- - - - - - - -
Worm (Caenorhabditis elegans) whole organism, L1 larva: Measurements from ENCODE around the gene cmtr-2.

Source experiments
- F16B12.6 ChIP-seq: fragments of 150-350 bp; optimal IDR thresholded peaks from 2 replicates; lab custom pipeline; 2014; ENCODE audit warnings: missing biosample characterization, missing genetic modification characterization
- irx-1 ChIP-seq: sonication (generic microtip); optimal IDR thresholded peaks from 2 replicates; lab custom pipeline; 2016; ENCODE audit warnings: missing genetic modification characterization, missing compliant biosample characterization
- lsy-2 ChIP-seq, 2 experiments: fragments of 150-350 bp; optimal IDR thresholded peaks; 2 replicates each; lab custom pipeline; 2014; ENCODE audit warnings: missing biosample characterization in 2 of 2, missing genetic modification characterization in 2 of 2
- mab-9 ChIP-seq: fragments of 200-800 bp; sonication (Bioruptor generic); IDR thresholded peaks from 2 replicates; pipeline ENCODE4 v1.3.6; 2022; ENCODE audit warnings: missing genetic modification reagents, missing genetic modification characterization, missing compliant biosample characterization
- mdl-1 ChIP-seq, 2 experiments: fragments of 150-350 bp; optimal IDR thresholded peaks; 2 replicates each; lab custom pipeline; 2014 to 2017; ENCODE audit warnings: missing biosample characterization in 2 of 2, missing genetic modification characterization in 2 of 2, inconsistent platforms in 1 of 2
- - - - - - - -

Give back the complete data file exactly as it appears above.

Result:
Worm (Caenorhabditis elegans) whole organism, L1 larva: Measurements from ENCODE around the gene cmtr-2.

Source experiments
- F16B12.6 ChIP-seq: fragments of 150-350 bp; optimal IDR thresholded peaks from 2 replicates; lab custom pipeline; 2014; ENCODE audit warnings: missing biosample characterization, missing genetic modification characterization
- irx-1 ChIP-seq: sonication (generic microtip); optimal IDR thresholded peaks from 2 replicates; lab custom pipeline; 2016; ENCODE audit warnings: missing genetic modification characterization, missing compliant biosample characterization
- lsy-2 ChIP-seq, 2 experiments: fragments of 150-350 bp; optimal IDR thresholded peaks; 2 replicates each; lab custom pipeline; 2014; ENCODE audit warnings: missing biosample characterization in 2 of 2, missing genetic modification characterization in 2 of 2
- mab-9 ChIP-seq: fragments of 200-800 bp; sonication (Bioruptor generic); IDR thresholded peaks from 2 replicates; pipeline ENCODE4 v1.3.6; 2022; ENCODE audit warnings: missing genetic modification reagents, missing genetic modification characterization, missing compliant biosample characterization
- mdl-1 ChIP-seq, 2 experiments: fragments of 150-350 bp; optimal IDR thresholded peaks; 2 replicates each; lab custom pipeline; 2014 to 2017; ENCODE audit warnings: missing biosample characterization in 2 of 2, missing genetic modification characterization in 2 of 2, inconsistent platforms in 1 of 2